I do not understand how this in any way affects the freedom of those who write proprietary software. As far as I can see, they can continue to do so, continue to offer proprietary licences for sale, and continue to treat their source code as a trade secret. I am not aware of any evidence that excluding software patents will harm developers of proprietary software. Quite the contrary; Bill Gates has stated that, “If people had understood how patents would be granted when most of today’s ideas were invented, and had taken out patents, the industry would be at a complete standstill today.” It appears the lesson he drew from this was to take out as many patents as possible, so he could do unto others what he was glad others had not done unto him.

A number of people from the New Zealand free software community took the time to write submissions putting the case against software patents and took the time to appear before the committee. If New Zealand developers of proprietary software chose not to take advantage of this opportunity, one may reasonably conclude that they too see no need for software patents. Patent attorneys may well see compelling benefits from software patents, but like any service provider, they need to make their case to the customer, so the customer can make an informed decision.

It’s easy to be cynical about politicians. The committee, representing all parts of the political spectrum, read the submissions, listened to the arguments presented, asked thoughtful questions, and reached a unanimous conclusion. They decided, as many of us have done, that those in favour of software patents have simply not made their case.

Let us hope that when the bill returns to the House, the legislation passes in its amended form.

No Software Patents in New Zealand?

The revamped Patents Bill still has to pass more legislative hurdles to get through to law in New Zealand. But it has been through a very important period of review and public consultation. Parliament’s select committees are made up of MPs that represent all parties in the house. After this bill’s first reading it was the job of the Commerce Select Committee to review and consult on the proposed legislation.

They have completed that process and reported back to the house with their conclusions. This report contains several recommendations which, under normal circumstances, should make it into the legislation that is then passed into law.

A pdf version of the report is now available.

Here is how the MPs of all parties introduce their findings:

[the old act] has a low threshold for patentability compared with most other countries. This low threshold can lead to broader patent rights being granted in New Zealand than in other countries, which can disadvantage New Zealand businesses and consumers[...] This can discourage innovation and inhibit growth in productivity and exports.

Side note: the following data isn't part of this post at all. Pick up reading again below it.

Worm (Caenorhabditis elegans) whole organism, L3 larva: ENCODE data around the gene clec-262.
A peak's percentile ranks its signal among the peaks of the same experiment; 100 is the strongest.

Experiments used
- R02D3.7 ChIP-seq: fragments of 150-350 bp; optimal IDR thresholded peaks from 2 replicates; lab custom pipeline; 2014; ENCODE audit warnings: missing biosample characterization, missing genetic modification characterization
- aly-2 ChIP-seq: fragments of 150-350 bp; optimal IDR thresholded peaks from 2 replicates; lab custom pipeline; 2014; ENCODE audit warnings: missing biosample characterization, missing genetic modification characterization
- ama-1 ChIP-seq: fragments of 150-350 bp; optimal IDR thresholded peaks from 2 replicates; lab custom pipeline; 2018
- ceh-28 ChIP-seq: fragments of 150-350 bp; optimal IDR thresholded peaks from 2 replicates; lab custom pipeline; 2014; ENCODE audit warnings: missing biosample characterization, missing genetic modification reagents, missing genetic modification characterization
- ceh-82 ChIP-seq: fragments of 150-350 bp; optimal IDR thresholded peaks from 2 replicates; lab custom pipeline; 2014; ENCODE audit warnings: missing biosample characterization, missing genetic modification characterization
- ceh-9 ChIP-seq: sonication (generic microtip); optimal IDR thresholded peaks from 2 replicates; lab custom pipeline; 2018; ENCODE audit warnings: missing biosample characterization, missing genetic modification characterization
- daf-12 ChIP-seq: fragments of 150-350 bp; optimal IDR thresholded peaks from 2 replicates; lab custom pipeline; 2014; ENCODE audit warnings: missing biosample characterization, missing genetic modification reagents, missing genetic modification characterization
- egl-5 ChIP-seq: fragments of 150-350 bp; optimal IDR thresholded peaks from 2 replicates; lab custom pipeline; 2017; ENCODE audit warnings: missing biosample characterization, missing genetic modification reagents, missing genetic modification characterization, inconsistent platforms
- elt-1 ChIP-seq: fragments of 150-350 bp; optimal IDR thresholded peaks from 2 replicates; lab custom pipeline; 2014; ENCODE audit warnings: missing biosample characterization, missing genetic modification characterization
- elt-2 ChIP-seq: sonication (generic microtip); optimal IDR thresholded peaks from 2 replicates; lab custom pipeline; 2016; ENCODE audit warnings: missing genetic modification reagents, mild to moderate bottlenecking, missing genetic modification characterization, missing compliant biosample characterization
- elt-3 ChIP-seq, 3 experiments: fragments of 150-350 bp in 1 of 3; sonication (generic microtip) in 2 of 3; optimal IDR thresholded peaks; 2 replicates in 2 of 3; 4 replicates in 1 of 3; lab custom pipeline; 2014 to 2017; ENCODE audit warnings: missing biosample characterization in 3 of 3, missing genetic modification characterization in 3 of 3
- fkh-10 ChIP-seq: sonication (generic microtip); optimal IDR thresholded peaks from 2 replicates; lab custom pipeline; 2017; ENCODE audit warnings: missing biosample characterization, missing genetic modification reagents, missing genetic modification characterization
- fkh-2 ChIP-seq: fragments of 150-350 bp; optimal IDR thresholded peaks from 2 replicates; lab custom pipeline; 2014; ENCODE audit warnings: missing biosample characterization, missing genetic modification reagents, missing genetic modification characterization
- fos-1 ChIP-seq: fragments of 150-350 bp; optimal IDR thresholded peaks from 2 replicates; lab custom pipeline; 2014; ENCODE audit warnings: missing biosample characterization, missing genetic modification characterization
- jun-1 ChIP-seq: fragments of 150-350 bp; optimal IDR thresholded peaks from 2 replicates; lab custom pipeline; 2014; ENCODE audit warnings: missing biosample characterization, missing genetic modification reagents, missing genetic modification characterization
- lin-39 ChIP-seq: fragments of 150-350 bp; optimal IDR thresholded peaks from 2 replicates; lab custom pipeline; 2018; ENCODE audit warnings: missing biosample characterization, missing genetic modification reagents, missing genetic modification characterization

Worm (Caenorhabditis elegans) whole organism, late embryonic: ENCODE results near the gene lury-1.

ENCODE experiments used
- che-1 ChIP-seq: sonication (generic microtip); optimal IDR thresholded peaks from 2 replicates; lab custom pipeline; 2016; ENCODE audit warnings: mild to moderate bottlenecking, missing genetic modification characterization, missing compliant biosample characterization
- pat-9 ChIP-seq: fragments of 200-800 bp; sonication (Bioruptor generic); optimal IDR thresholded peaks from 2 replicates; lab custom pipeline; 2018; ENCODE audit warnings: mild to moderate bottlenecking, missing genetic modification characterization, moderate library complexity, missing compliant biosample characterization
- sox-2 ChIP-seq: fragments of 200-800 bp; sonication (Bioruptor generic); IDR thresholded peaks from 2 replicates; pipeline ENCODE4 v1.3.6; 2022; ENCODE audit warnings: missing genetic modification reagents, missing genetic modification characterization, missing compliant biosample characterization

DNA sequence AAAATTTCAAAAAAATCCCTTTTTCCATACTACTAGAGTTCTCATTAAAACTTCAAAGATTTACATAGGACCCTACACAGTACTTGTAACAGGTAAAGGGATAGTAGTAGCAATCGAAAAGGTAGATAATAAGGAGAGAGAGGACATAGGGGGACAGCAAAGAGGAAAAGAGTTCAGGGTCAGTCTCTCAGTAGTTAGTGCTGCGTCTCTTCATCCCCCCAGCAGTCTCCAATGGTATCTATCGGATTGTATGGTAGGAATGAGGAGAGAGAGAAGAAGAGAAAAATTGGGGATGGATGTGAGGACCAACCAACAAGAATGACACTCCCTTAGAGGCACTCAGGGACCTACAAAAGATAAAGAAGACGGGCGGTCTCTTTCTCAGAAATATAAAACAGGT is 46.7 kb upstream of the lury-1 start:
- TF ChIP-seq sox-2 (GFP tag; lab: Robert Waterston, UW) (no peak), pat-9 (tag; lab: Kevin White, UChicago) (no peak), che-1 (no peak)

Finally, some sense around the economic issues of “intellectual property”. But here is the real juice for the free and open source software community:

We recommend amending clause 15 to include computer programs mong inventions that may not be patented. We received many submissions concerning the patentability of of computer
programs. Under the Patents Act 1953 computer programs can be patented in New Zealand [...] Open source, or free, software has grown in popularity since the 1980s. Protecting software by patenting it is inconsistent with the open source model and its proponents oppose it. A number of submitters argue tha there is no “inventive step” in software development, as “new” software inevitably builds on existing software. They felt that computer software should be exluded from patent protection as software patents can stifle innovation and competition, and can be granted for trivial or existing techniques. In general we accept this position.

(My emphasis)

So, there you are. New Zealand MPs of all parties are to be congratulated on recognising, what to many, for many years, has been patently obvious. There are some members of that committee that paid particular attention to the detail of the debate, there were also lots of submissions made be patent lawyers in favour of patents. These MPs weighed up the arguments and came down against software patents. This is ground breaking and visionary. I congratulate our law makers today.

To all who took the time and effort to write submissions and who took the unique step of coming to Wellington and baking up those submissions orally…congratulations. Most of us in this community did so on our own time and covering our own expenses.

We now need to ensure that this recommendation actually makes into the redrafted legislation.

Hoisted By Their Own Patented Petard

Microsoft is used to battling with software patents, both as the prosecution and defence, but now find themselves on the receiving end of an injunction that stops them selling XML-capable Microsoft Word in the US. They have 60 days to comply and/or appeal, and owe i4i a cool US$250 million for the infringement. Some are happy to view this as karma, I view it as yet another example of why software patents are a bad idea.

If New Zealand is foolish enough to allow them, any software development in NZ will be restricted by the activities of large patent trolls and the owners of foreign patent portfolios. Unless you have the backing of a major international company, you won’t be able to develop software without fear of prosecution or straightforward legal terrorism. The damage caused to NZ’s IT industry will be unimaginable.

Now, would someone like to remind me what patents are supposed to do for us? Right, encourage innovation. Clearly they do not do so in the field of computer software, and so equally clearly they should not be granted in New Zealand. You might mention that to your MP, you know, just to preserve your job and everything.

Vik :v)